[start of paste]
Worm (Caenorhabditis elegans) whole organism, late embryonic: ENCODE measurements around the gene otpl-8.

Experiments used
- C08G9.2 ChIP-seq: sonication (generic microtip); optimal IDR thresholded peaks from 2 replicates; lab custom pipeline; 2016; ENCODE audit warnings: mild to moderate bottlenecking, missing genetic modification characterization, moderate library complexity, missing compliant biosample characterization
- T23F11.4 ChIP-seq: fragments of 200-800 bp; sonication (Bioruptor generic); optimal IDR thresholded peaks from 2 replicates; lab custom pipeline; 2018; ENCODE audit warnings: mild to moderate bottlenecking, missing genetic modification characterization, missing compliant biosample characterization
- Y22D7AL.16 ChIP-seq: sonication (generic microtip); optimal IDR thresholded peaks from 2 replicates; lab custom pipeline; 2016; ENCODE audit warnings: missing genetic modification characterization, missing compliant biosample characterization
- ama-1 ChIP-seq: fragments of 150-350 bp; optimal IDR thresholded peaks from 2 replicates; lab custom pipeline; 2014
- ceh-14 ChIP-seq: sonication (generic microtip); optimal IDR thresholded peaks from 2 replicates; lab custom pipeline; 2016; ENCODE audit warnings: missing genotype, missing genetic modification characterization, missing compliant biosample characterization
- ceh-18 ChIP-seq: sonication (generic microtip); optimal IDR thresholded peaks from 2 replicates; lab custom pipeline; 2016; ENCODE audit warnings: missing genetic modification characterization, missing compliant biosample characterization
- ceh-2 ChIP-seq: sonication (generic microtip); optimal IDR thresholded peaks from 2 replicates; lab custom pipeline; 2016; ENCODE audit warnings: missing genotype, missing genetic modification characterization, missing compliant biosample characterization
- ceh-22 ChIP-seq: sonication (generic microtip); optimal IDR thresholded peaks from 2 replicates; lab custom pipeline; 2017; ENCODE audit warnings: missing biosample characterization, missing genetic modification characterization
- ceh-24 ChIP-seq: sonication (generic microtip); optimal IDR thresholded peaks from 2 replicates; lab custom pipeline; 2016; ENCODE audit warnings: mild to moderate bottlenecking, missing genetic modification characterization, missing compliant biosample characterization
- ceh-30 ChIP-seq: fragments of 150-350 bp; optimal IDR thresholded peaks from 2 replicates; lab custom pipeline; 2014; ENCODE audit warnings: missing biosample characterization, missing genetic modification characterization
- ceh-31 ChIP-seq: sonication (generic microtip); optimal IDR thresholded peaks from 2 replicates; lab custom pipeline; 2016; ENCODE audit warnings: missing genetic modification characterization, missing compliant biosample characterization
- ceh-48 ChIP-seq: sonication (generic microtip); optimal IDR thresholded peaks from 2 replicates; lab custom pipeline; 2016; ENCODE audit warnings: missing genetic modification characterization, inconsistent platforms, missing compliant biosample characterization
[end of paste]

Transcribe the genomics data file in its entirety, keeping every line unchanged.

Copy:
Worm (Caenorhabditis elegans) whole organism, late embryonic: ENCODE measurements around the gene otpl-8.

Experiments used
- C08G9.2 ChIP-seq: sonication (generic microtip); optimal IDR thresholded peaks from 2 replicates; lab custom pipeline; 2016; ENCODE audit warnings: mild to moderate bottlenecking, missing genetic modification characterization, moderate library complexity, missing compliant biosample characterization
- T23F11.4 ChIP-seq: fragments of 200-800 bp; sonication (Bioruptor generic); optimal IDR thresholded peaks from 2 replicates; lab custom pipeline; 2018; ENCODE audit warnings: mild to moderate bottlenecking, missing genetic modification characterization, missing compliant biosample characterization
- Y22D7AL.16 ChIP-seq: sonication (generic microtip); optimal IDR thresholded peaks from 2 replicates; lab custom pipeline; 2016; ENCODE audit warnings: missing genetic modification characterization, missing compliant biosample characterization
- ama-1 ChIP-seq: fragments of 150-350 bp; optimal IDR thresholded peaks from 2 replicates; lab custom pipeline; 2014
- ceh-14 ChIP-seq: sonication (generic microtip); optimal IDR thresholded peaks from 2 replicates; lab custom pipeline; 2016; ENCODE audit warnings: missing genotype, missing genetic modification characterization, missing compliant biosample characterization
- ceh-18 ChIP-seq: sonication (generic microtip); optimal IDR thresholded peaks from 2 replicates; lab custom pipeline; 2016; ENCODE audit warnings: missing genetic modification characterization, missing compliant biosample characterization
- ceh-2 ChIP-seq: sonication (generic microtip); optimal IDR thresholded peaks from 2 replicates; lab custom pipeline; 2016; ENCODE audit warnings: missing genotype, missing genetic modification characterization, missing compliant biosample characterization
- ceh-22 ChIP-seq: sonication (generic microtip); optimal IDR thresholded peaks from 2 replicates; lab custom pipeline; 2017; ENCODE audit warnings: missing biosample characterization, missing genetic modification characterization
- ceh-24 ChIP-seq: sonication (generic microtip); optimal IDR thresholded peaks from 2 replicates; lab custom pipeline; 2016; ENCODE audit warnings: mild to moderate bottlenecking, missing genetic modification characterization, missing compliant biosample characterization
- ceh-30 ChIP-seq: fragments of 150-350 bp; optimal IDR thresholded peaks from 2 replicates; lab custom pipeline; 2014; ENCODE audit warnings: missing biosample characterization, missing genetic modification characterization
- ceh-31 ChIP-seq: sonication (generic microtip); optimal IDR thresholded peaks from 2 replicates; lab custom pipeline; 2016; ENCODE audit warnings: missing genetic modification characterization, missing compliant biosample characterization
- ceh-48 ChIP-seq: sonication (generic microtip); optimal IDR thresholded peaks from 2 replicates; lab custom pipeline; 2016; ENCODE audit warnings: missing genetic modification characterization, inconsistent platforms, missing compliant biosample characterization